Thinking Citizen Blog — The Black Bear Returns to New England — the Miracle and the Nightmare
Thinking Citizen Blog — Wednesday is Climate Change, the Environment, and Sustainability Day
Today’s Topic: The Black Bear Returns to New England — the Miracle and the Nightmare
Imagine being the parent of a toddler roaming around in the backyard as usual when suddenly a black bear appears. What is your reaction? Meanwhile, preservationists are thrilled that a species on the “brink of extinction” not long ago is back! Hallelujah! “Now the question is whether the expanding bear population in the state will cross I-495 and settle into the suburbs they once called home,” (Billy Baker, Boston Globe) Today, a few more details on the black bear. Experts — please chime in. Correct, elaborate, elucidate.
BLACK BEARS IN MASSACHUSETTS — BY THE NUMBERS
1. 1970s — 80 to 100 left, all in the Berkshires. 1990: back to 1000. 2022 estimate: 5000. Average lifespan in the wild: 18 years. Record in wild: 39 years. Record in captivity: 44 years.
2. Males: 130 to 600 pounds! Females 100 to 400 pounds.
3. “A litter of usually two or three cubs is born in the den in mid-to-late January and they remain with the sow (adult female) for about 17 months.”
NB: “Bears are territorial, so those bears that are entering the population are looking for new unoccupied territories, and much of the state has returned to habitat where they can do quite well, even into Eastern Massachusetts.” Bears today, as it were, are like the New Englanders in the 19th century moving west.
A LITTLE BIT OF HISTORY — FROM KING TO PEST
1. “As settlement advanced inland to the Connecticut River Valley and the Berkshires, bears saw their forest habitat turned into farms, and their status lowered from king to pest.”
2. “Farmers could, and still can, legally kill any bear destroying their crops, at any time.”
3. “They nearly disappeared in the decades between the end of the Civil War and the onset of hunting regulations in the early 20th century.”
NB: The hunting season was reduced drastically — from 10 weeks in the 1950s to 1 week in the 1970s. Now there are “three seasons” — September 6 to 24th, November 7th to 26th, and November 28th to December 10th.” Should there be more?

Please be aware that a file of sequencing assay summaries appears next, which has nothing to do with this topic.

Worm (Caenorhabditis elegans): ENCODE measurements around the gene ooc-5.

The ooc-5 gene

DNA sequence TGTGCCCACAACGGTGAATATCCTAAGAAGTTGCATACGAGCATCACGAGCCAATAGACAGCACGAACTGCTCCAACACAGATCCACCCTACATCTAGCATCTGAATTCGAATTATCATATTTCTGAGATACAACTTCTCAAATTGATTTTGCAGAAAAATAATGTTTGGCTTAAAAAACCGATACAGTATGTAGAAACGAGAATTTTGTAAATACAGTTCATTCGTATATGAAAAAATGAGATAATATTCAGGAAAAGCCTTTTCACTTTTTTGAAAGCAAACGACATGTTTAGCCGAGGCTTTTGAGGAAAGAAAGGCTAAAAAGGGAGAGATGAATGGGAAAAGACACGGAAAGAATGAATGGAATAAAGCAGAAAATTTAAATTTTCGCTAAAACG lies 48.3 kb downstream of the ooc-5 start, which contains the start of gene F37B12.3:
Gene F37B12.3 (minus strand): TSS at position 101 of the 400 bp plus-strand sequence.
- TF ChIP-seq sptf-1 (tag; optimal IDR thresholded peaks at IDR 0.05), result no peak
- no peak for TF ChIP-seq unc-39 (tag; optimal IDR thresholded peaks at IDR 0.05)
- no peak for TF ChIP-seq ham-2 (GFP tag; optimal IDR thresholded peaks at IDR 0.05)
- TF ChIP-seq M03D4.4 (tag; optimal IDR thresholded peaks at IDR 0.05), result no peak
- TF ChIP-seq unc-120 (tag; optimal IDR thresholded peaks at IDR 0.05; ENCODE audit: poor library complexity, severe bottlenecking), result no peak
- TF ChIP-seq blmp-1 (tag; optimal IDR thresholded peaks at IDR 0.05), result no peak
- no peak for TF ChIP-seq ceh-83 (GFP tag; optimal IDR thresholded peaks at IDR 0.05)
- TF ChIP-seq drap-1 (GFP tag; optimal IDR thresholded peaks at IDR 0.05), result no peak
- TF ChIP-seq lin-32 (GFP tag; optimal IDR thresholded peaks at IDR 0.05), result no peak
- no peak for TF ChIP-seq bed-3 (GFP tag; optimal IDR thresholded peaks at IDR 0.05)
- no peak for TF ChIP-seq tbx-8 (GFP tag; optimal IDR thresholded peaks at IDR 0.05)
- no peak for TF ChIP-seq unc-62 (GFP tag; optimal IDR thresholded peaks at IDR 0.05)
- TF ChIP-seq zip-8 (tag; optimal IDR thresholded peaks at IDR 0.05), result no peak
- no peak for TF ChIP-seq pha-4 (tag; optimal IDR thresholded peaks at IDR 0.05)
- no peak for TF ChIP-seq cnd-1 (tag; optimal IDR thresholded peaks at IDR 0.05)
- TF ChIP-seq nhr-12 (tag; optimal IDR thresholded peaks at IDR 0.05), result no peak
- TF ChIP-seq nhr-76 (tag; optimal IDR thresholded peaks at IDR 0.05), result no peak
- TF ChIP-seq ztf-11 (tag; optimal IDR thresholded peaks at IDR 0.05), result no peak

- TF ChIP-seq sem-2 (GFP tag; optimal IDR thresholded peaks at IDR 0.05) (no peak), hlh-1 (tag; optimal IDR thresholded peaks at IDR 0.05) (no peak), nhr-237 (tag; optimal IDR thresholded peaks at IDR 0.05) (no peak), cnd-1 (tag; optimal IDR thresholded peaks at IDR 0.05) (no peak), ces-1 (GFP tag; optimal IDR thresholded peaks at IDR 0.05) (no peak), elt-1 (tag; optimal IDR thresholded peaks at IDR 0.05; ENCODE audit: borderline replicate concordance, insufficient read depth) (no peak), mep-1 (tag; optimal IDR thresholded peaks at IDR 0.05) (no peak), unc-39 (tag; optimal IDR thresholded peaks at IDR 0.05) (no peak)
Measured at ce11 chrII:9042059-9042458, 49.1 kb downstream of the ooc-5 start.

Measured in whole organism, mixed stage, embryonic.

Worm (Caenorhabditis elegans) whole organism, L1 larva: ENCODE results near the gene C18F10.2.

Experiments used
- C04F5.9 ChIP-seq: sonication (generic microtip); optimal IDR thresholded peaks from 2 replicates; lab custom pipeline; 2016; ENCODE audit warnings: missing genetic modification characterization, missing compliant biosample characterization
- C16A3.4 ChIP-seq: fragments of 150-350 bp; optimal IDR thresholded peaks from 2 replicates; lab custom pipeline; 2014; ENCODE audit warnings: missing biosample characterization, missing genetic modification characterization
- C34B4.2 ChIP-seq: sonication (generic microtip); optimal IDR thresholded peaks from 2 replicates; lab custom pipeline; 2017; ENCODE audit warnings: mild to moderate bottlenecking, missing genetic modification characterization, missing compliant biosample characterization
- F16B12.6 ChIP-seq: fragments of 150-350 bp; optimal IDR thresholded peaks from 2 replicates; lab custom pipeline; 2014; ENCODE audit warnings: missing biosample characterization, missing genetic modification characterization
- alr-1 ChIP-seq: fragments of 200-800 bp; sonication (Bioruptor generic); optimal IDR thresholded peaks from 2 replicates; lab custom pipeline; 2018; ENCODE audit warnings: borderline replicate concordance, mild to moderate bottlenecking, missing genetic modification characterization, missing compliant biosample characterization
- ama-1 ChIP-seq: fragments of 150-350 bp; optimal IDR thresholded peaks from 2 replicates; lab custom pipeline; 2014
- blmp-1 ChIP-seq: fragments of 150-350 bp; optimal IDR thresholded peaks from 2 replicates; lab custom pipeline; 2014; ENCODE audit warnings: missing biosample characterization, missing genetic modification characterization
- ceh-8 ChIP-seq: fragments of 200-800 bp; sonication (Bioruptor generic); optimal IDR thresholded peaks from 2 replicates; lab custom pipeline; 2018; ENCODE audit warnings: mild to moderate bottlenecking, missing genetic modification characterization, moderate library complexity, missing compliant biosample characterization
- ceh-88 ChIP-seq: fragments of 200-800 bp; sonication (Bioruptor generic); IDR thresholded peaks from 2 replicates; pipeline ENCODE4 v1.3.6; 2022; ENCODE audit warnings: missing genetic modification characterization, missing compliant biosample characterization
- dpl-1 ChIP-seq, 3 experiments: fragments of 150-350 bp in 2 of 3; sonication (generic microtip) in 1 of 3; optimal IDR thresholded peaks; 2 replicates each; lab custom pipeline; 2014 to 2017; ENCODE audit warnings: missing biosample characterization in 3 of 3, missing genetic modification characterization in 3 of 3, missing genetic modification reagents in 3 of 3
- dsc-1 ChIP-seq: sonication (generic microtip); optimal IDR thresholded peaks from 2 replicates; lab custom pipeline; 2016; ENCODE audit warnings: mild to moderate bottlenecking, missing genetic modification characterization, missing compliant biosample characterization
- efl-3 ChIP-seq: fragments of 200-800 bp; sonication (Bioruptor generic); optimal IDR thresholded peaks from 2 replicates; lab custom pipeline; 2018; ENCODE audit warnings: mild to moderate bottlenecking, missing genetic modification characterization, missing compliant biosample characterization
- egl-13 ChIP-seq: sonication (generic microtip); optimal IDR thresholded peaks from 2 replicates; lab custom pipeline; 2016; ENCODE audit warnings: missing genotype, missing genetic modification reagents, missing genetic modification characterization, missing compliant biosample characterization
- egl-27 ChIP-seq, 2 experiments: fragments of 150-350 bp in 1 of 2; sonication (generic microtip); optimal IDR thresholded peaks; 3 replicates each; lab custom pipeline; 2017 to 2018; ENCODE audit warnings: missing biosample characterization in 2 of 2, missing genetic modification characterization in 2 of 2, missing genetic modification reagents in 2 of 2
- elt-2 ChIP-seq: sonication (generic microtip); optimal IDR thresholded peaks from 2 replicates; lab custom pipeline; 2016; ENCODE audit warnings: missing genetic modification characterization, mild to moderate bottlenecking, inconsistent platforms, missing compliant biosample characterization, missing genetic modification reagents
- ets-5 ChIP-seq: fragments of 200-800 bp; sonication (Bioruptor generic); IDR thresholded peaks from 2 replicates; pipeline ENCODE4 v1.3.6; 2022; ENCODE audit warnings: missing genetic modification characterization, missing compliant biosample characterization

THE I-495 BARRIER — will breeding females cross the line? Time to get rid of your bird-feeders and chicken coops?
1. “Plenty of roaming males have crossed it, and just one can cover a lot of ground and create a lot of commotion. Over the past few months, the same bear has been spotted in Woburn, Tewksbury, Billerica, Peabody, Danvers, Middleton, and Newburyport, wildlife officials said. But importantly, the females have yet to make the leap.”
2. “That would be the next big news: females breeding inside 495,” said Dave Wattles, the bear biologist for MassWildlife. “They haven’t conquered it yet, and we’re still not getting reports of females much east of Worcester” outside of one area, which Wattles calls “the northern spur.”
3. “If you were to look at a map of the state and its highways, and imagined yourself as a bear, you’d see the easiest path to the coast is north of Route 2, through Middlesex County along the New Hampshire border and connecting to plentiful woods throughout Essex County that provide numerous paths to the shore.”
NB: “The best way to keep the bears at bay is exceedingly simple, specialists said: Get rid of bird-feeders and put electric fencing around chicken coops. They are the two biggest attractants to backyards and hardly anyone had either a few decades ago.”
FOOTNOTES — the North American and Global contexts, the teddy bear, Winnie the Pooh
1. The North American black bear population is estimated at 800,000.
2. That is “estimated to be twice as large as all other bear species combined.”
3. “Along with the brown bear (Ursus arctos), it is one of only two modern bear species not considered by the IUCN (International Union for the Conservation of Nature) to be globally threatened with extinction.”
NB: “Morris Michtom, the creator of the teddy bear, was inspired to make the toy when he came across a cartoon of Theodore Roosevelt refusing to shoot an American black bear cub tide to a tree. The fictional character Winnie-the-Pooh was named after Winnipeg, a female American black bear cub that lived at the London Zoo from 1915 until her death in 1934. An American black bear cub, who in the spring of 1950 was caught in the Capitan Gap Fire, was made into the living representative of Smokey Bear, the mascot of the United States Forest Service.” (last link below)
QUOTE OF THE MONTH:
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#2 “39 Songs, Prayers, and Poems: the Keys to the Hearts of Seven Billion People” — Adams House Senior Common Room Presentation, 11/17/20
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